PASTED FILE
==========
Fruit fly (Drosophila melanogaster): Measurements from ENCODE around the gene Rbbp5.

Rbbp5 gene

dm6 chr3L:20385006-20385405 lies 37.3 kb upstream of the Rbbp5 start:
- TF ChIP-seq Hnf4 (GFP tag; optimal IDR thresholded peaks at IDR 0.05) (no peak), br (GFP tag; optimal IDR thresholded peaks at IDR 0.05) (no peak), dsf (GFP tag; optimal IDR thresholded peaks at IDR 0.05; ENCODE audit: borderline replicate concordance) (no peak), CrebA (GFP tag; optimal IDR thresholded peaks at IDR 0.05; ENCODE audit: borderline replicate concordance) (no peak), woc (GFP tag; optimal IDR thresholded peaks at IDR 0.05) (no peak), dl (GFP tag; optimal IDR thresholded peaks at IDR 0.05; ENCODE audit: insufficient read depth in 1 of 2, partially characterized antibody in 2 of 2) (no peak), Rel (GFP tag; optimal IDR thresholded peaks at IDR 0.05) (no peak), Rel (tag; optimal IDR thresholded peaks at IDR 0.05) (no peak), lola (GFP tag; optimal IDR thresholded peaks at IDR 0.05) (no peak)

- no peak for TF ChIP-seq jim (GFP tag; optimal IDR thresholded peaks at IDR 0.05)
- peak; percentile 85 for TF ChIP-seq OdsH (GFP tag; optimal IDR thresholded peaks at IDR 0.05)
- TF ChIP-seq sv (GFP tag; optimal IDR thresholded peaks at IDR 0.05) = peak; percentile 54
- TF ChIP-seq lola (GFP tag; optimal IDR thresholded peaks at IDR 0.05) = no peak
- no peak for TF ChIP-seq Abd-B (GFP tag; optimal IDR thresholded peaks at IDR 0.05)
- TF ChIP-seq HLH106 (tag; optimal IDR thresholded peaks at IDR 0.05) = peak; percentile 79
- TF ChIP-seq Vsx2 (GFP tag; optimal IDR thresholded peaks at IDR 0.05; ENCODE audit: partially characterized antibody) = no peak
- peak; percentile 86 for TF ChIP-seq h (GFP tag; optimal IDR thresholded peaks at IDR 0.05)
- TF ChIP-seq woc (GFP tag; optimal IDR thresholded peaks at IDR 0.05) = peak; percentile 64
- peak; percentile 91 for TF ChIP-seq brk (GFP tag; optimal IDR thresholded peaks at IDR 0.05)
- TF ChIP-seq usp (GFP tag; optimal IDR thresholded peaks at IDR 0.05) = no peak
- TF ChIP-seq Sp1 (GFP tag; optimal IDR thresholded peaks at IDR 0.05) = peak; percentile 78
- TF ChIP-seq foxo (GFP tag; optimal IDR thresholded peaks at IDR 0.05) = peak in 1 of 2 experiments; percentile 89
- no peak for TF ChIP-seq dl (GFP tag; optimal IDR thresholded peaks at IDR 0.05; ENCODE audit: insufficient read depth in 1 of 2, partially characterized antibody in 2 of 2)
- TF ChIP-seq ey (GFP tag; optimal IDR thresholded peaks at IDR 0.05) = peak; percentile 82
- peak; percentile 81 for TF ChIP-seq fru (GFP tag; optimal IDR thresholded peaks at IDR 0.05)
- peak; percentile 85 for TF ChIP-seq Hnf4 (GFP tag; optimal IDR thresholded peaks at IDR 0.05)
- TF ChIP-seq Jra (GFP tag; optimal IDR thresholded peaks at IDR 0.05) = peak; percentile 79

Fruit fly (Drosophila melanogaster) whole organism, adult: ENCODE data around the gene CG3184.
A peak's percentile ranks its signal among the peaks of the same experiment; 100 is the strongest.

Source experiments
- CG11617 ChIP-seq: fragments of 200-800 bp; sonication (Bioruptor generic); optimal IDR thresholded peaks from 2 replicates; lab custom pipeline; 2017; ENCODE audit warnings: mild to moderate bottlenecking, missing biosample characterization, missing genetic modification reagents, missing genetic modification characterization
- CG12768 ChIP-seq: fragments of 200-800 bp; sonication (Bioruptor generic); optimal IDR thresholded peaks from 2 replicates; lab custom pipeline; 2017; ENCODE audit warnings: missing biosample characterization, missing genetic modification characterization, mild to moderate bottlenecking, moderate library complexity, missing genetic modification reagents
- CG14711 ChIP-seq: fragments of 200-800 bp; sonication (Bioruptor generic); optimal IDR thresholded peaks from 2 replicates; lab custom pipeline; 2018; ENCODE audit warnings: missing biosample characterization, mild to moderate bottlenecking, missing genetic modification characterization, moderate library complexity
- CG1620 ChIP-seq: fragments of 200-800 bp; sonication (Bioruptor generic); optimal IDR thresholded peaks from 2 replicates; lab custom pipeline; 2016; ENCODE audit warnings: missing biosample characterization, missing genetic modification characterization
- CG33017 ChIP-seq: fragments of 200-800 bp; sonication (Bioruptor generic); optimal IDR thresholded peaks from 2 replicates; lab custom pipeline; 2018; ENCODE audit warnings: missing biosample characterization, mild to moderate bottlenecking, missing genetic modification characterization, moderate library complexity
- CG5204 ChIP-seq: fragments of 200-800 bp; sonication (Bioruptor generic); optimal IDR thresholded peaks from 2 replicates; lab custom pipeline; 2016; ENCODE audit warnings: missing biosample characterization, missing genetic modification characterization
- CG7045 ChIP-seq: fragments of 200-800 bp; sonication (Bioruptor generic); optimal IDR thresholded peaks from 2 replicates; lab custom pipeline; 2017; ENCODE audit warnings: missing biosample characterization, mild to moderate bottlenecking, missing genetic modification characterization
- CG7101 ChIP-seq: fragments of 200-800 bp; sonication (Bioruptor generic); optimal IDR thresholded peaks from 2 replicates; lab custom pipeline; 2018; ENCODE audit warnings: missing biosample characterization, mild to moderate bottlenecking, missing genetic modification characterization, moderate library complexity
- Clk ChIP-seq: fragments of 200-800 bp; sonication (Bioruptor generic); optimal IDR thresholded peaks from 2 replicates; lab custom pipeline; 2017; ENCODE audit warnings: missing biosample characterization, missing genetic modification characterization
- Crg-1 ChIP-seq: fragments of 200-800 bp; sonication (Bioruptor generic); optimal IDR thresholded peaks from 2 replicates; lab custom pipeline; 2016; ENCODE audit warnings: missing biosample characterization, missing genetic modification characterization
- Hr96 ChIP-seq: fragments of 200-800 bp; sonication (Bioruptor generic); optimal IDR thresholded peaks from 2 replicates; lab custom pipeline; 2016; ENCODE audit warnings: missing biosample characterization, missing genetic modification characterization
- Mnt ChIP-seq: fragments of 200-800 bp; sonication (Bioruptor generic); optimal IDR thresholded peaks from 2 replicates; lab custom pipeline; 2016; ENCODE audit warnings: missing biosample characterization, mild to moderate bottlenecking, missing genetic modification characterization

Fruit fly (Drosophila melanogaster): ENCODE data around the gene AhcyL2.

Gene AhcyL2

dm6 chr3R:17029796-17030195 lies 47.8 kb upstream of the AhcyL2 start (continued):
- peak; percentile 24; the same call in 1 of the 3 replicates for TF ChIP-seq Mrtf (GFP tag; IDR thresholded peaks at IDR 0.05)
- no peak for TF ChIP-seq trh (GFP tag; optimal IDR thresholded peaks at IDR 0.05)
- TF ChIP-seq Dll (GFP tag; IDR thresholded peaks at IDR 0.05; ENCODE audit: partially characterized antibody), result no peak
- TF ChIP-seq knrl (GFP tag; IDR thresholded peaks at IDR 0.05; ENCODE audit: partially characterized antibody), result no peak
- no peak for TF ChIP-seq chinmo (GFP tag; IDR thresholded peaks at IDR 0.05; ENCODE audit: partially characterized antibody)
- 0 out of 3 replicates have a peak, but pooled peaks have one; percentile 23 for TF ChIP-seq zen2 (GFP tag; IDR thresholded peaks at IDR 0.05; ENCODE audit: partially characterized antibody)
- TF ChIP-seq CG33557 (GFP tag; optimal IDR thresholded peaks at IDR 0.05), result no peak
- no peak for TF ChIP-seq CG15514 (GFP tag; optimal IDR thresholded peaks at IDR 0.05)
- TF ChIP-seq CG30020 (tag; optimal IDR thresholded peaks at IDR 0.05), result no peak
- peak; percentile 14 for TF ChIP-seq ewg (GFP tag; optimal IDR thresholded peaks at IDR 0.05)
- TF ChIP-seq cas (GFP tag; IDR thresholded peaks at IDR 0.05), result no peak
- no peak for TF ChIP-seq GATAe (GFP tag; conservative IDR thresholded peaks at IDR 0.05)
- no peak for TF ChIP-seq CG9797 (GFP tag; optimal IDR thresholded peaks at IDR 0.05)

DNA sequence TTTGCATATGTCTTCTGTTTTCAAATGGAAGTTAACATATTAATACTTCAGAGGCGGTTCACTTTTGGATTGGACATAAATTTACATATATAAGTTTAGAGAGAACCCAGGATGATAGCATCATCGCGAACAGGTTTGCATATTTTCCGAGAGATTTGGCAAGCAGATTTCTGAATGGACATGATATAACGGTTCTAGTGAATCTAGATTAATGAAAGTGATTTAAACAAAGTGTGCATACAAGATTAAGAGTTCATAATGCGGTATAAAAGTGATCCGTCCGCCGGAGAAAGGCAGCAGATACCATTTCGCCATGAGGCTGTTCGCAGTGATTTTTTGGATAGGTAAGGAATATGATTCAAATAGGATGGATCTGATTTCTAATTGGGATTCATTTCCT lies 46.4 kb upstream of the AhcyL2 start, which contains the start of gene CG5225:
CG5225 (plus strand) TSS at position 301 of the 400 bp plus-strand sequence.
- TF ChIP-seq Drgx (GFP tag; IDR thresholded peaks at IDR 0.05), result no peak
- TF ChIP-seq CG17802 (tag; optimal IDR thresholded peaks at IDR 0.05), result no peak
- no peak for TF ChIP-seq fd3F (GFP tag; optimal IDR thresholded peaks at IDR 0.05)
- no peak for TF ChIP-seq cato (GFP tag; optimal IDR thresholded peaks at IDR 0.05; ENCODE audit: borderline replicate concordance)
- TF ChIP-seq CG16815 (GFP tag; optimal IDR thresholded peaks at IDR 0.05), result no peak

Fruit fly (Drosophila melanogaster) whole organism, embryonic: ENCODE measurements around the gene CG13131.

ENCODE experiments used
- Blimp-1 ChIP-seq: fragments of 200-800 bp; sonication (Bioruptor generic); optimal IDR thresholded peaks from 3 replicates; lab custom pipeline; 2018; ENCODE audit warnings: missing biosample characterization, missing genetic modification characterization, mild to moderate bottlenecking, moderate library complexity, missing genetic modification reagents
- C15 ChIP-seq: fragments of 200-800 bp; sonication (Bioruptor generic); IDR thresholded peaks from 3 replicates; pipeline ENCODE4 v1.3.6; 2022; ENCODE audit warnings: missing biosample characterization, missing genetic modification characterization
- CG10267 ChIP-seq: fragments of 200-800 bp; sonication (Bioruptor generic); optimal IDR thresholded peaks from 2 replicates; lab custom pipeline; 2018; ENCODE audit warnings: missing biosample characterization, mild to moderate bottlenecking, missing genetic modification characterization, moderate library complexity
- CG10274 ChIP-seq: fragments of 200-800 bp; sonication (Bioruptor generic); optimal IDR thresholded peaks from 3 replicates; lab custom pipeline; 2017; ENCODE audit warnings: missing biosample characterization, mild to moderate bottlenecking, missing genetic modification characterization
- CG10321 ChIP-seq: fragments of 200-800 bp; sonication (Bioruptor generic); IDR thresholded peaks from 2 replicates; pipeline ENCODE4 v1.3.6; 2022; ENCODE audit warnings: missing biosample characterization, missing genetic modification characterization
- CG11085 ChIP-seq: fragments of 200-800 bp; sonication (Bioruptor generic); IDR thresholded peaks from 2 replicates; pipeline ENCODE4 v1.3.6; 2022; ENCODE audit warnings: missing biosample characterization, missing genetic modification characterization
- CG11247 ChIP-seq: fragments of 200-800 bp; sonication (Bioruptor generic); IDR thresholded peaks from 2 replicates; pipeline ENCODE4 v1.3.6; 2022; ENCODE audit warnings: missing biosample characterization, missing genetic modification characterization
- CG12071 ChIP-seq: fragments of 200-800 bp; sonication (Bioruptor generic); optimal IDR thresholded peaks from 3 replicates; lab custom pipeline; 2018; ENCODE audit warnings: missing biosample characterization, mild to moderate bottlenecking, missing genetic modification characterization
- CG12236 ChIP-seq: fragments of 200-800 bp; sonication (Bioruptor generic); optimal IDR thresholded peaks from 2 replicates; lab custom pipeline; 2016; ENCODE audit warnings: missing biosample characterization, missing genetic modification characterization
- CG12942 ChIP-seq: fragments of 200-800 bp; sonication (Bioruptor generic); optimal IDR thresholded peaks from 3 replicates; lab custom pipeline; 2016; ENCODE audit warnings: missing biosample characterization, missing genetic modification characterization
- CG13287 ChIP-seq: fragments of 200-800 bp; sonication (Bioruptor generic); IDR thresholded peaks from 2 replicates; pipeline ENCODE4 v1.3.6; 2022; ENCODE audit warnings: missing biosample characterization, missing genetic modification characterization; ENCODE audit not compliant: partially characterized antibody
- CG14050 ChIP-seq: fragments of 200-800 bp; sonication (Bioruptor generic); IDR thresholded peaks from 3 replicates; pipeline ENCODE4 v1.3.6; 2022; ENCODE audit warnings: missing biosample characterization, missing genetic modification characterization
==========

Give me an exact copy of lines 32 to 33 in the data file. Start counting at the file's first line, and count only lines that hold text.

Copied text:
- CG7045 ChIP-seq: fragments of 200-800 bp; sonication (Bioruptor generic); optimal IDR thresholded peaks from 2 replicates; lab custom pipeline; 2017; ENCODE audit warnings: missing biosample characterization, mild to moderate bottlenecking, missing genetic modification characterization
- CG7101 ChIP-seq: fragments of 200-800 bp; sonication (Bioruptor generic); optimal IDR thresholded peaks from 2 replicates; lab custom pipeline; 2018; ENCODE audit warnings: missing biosample characterization, mild to moderate bottlenecking, missing genetic modification characterization, moderate library complexity